The national health insurance system was introduced in 1945, shortly after the end of World War II. It was a compromise between the Gaullist and Communist representatives in the French parliament. Conservative Gaullists were opposed to a state health system, while Communists supported a complete nationalization of health care according to the British Beveridge model. In insurance, the insurance policy is a contract (usually a standard contract) between the insurer and the policyholder that determines the claims that the insurer is legally required to pay. In exchange for an upfront payment called a premium, the insurer promises to pay the losses due to the dangers covered by the wording of the insurance. At the end of the 19th century, there began to be „accident insurance“ that worked in the same way as modern disability insurance.   This payment model continued until the early 20th century in some jurisdictions (such as California), where all the laws governing health insurance actually related to disability insurance.  The private healthcare system in Australia operates on the basis of a community rating, with premiums not varying solely on the basis of medical history, current health status or (generally) their age (but see lifetime health coverage below). Wait times are balanced, especially for pre-existing conditions (generally referred to as PEA in industry, which means „pre-existing disease“). The funds have the right to prescribe a waiting period of up to 12 months for benefits for each disease whose signs and symptoms existed during the six months that ended on the day of the first insurance.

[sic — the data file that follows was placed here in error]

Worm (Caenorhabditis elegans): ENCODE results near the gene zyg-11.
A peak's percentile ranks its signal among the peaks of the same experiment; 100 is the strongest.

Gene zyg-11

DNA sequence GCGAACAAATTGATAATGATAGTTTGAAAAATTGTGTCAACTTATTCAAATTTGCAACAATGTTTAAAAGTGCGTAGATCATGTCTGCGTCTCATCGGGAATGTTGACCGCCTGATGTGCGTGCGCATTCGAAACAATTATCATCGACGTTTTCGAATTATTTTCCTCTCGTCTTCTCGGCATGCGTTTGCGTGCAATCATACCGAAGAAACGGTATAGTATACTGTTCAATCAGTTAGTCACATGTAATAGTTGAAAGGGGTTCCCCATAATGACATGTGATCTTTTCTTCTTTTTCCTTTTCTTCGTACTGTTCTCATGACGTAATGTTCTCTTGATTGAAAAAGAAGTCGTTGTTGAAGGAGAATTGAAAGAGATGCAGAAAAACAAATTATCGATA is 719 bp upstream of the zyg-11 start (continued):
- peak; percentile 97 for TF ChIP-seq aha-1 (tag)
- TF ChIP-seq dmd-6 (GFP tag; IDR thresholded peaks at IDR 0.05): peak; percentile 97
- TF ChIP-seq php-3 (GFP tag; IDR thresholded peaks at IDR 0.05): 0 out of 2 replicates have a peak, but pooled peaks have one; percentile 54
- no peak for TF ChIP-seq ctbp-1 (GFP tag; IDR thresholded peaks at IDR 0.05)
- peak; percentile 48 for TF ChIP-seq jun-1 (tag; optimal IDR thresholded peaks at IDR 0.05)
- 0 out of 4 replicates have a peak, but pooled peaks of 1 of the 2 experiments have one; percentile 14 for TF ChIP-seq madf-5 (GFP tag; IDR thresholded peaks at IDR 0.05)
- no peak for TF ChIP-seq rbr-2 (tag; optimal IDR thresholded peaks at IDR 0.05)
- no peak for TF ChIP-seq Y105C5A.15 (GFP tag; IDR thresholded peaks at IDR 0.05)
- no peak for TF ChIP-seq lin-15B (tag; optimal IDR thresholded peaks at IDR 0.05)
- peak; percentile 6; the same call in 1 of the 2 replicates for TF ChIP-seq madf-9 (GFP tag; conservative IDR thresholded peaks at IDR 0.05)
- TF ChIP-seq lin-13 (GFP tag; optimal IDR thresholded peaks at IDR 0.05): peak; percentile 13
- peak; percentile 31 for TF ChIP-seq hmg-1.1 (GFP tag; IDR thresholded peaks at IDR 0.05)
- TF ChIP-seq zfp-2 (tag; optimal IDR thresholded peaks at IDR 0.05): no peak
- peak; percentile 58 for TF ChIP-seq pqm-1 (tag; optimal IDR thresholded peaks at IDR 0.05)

You also have the right to impose a 12-month waiting period for benefits for treatment related to an obstetric illness and a 2-month waiting period for all other benefits when a person withdraws private insurance for the first time. The Funds have the discretion to reduce or eliminate these waiting periods on a case-by-case basis. They are also free not to tax them initially, but this would attribute such a fund to the risk of „adverse selection“ and attract a disproportionate number of members from other funds or the pool of planned members who would otherwise have joined other funds. It would also attract people with existing health conditions who might not otherwise have taken out insurance at all because of the denial of benefits for 12 months due to the PEA rule. Benefits paid under these conditions would put pressure on the premiums of all members of the fund, forcing some to drop out of membership, leading to further premium increases, and a vicious cycle of higher premiums leaving members would follow. It is crucial to know the exclusions that are not covered by insurance systems: compulsory general insurance provides for treatment in the event of illness or accident and pregnancy. Health insurance covers the costs of medical treatment, medication and hospitalization of the insured. However, the insured pays part of the cost up to a maximum, which can vary depending on the plan chosen individually, the premiums are then adjusted accordingly. .